A method for forming ohmic contacts for semiconductor devices, in accordance with the present invention, includes forming a layer containing metal which includes dopants integrally formed therein. The layer containing metal is patterned to form components for a semiconductor device, and a semiconductor layer is deposited for contacting the layer containing metal. The semiconductor device is annealed to outdiffuse dopants from the layer containing metal into the semiconductor layer to form ohmic contacts therebetween.
Another method for forming ohmic contacts for thin film transistors; in accordance with the invention, includes the steps of patterning a gate conductor on a substrate, forming an insulation layer over the gate structure, depositing a layer containing silicon, forming a layer containing metal which includes dopants integrally formed therein in contact with the layer containing silicon, patterning the layer containing metal to form a gap over the gate conductor, the layer containing metal forming a source and drain for the thin film transistor and annealing the thin film transistor to outdiffuse dopants from the layer containing metal into the layer containing silicon to form ohmic contacts therebetween.
Yet another method for forming ohmic contacts for thin film transistors, in accordance with the present invention includes steps of depositing an insulation layer on a substrate, forming a layer containing metal which includes dopants integrally formed therein over the insulation layer, patterning the layer containing metal to form a source and a drain for the thin film transistor having a gap therebetween, depositing a layer containing silicon in contact with the insulation layer in the gap and in contact with the layer containing metal, annealing the thin film transistor to outdiffuse dopants from the layer containing metal into the layer containing silicon to form ohmic contacts therebetween, patterning a gate dielectric over the gap and forming a gate conductor over the gap.
In other methods, the step of patterning the layer containing metal to form components for a semiconductor device may include the step of patterning the layer containing metal to form source and drain metallizations for a thin film transistor. The layer containing metal may include at least one of cobalt, molybdenum, titanium, chromium and nickel. The layer containing metal may include between about 1 to about 30 atomic percent of the dopants. The layer containing metal may include at least one of phosphorous, antimony, arsenic and boron integrally formed therein.
The step of depositing a semiconductor layer may include the step of depositing a layer of one of amorphous silicon and polycrystalline silicon. The step of annealing the semiconductor device may include the step of annealing the semiconductor device at temperatures between about 300° C. and about 400° C. for between about 10 and about 30 minutes. The step of forming a layer containing metal may include the steps of forming a metal-dopant layer for contacting the layer containing silicon, and forming a conductive layer which contacts the metal-dopant layer. The layer containing metal may include a transparent conductive oxide (TCO). The step of forming a layer containing metal may include the step of forming the layer containing metal by one of co-sputtering, sputtering from a composite target, evaporation, thermal chemical vapor deposition and chemical solution deposition. The step of depositing a layer containing silicon may include the step of depositing a layer of one of amorphous silicon and polycrystalline silicon.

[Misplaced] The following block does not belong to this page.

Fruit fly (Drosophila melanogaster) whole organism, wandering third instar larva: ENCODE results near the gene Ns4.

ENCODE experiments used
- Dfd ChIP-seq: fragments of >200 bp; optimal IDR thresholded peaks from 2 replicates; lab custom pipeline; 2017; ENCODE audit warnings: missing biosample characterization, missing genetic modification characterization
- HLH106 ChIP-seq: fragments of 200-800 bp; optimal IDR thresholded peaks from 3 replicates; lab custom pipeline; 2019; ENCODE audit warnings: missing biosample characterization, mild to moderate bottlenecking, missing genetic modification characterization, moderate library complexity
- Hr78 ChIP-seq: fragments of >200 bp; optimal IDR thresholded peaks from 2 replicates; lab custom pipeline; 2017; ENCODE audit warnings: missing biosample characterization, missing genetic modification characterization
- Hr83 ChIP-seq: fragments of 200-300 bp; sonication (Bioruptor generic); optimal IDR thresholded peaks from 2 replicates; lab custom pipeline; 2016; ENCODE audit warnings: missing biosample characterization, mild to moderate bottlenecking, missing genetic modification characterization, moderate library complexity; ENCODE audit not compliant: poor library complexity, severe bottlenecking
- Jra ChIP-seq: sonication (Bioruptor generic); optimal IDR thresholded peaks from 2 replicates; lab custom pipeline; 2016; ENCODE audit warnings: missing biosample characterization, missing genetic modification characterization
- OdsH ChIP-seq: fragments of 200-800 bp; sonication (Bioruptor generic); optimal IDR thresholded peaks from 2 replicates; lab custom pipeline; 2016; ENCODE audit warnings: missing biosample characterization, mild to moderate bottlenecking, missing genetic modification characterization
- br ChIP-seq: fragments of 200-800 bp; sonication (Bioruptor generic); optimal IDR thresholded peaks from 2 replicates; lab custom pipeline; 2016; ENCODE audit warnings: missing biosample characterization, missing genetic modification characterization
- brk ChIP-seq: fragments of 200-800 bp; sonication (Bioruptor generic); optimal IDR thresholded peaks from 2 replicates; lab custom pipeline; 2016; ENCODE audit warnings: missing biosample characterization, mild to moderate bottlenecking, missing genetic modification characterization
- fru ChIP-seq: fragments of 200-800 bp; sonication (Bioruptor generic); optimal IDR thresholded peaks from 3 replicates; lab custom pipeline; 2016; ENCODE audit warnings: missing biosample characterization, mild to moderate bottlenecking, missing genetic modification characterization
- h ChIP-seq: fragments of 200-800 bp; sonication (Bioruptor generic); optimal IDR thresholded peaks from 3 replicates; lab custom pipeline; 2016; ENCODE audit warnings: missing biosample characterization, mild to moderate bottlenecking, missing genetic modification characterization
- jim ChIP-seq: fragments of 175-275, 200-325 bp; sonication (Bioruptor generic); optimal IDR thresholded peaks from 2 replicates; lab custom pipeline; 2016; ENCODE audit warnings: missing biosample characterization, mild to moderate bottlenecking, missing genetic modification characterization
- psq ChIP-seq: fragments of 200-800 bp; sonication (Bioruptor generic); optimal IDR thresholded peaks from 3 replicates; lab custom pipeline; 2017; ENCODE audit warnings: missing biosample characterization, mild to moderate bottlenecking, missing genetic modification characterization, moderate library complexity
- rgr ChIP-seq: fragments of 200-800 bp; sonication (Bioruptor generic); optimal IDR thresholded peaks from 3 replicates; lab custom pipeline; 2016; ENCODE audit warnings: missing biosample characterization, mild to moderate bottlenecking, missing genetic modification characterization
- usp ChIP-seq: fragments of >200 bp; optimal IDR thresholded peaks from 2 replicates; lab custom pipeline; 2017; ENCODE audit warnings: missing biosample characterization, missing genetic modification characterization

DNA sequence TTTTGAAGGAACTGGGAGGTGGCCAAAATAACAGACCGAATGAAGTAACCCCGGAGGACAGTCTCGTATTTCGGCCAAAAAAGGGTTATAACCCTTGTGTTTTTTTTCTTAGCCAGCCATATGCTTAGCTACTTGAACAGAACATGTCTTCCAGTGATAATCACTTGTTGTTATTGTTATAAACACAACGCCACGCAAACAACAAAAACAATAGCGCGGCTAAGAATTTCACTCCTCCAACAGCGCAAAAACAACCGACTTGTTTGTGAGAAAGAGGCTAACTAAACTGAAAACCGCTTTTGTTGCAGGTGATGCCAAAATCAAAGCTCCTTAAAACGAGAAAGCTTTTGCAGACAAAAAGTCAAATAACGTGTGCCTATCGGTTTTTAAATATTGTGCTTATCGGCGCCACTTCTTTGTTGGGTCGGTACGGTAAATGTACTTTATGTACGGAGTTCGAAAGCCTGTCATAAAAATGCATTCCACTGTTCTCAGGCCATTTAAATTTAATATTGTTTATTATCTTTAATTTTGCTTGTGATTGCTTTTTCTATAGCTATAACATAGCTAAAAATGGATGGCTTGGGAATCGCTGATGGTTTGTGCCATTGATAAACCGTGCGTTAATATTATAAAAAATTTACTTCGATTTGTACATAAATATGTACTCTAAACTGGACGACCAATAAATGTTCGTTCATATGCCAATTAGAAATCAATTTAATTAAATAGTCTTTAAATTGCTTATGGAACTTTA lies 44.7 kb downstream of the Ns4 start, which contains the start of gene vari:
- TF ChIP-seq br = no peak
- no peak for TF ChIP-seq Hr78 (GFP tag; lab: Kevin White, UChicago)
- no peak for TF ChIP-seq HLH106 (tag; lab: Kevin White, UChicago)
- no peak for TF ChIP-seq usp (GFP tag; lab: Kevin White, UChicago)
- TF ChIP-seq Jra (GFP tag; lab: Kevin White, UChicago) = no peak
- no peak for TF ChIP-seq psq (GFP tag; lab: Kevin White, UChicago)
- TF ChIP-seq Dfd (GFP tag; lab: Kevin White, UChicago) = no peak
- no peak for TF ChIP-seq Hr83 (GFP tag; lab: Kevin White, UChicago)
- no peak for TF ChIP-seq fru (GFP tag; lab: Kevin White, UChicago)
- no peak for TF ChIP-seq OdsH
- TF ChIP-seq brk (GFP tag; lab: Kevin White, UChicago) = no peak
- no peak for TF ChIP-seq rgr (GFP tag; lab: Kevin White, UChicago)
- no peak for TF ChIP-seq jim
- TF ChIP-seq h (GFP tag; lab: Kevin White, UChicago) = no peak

These and other objects, features and advantages of the present invention will become apparent from the following detailed description of illustrative embodiments thereof, which is to be read in connection with the accompanying drawings.
The invention will be described in detail in the following description of preferred embodiments with reference to the following figures wherein:
FIG. 1 is a cross-sectional view of a complementary metal oxide semiconductor (CMOS) type field effect transistor in accordance with the prior art;
FIG. 2 is a cross-sectional view of a top gate thin film transistor in accordance with the prior art;
FIG. 3 is a cross-sectional view of an inverted staggered bottom gate thin film transistor in accordance with the prior art;
FIG. 4 is a cross-sectional view of a back-channel etch bottom gate thin film transistor in accordance with the prior art;
FIG. 5 is a cross-sectional view of a drain and source region of a top gate thin film transistor showing a metal-dopant layer formed and patterned in accordance with the present invention;
FIG. 6 is a cross-sectional view of a metal-dopant layer formed with a highly conductive metal layer in accordance with one embodiment of the present invention;
FIG. 7 is a cross-sectional view of a drain and source region of a top gate thin film transistor showing a silicon-containing layer formed in accordance with the present invention;
FIG. 8 is a cross-sectional view of the top gate thin film transistor showing a gate conductor and a gate insulator formed in accordance with the present invention;
FIG. 9 is a cross-sectional view of a gate and channel region a bottom gate thin film transistor showing a silicon containing layer formed over a gate conductor and a gate insulator in accordance with the present invention;
FIG. 10 is a cross-sectional view of the bottom gate thin film transistor showing a metal-dopant layer formed in accordance with the present invention;
FIG. 11 is a cross-sectional view of the bottom gate thin film transistor showing the metal-dopant layer patterned in accordance with the present invention; and
FIG. 12 is a cross-sectional view of the bottom gate thin film transistor showing a metal-dopant layer annealed to form ohmic contacts in accordance with the present invention;
FIG. 13 is a cross-sectional view of a portion of a coplanar thin film transistor having a bottom gate structure in accordance with the present invention;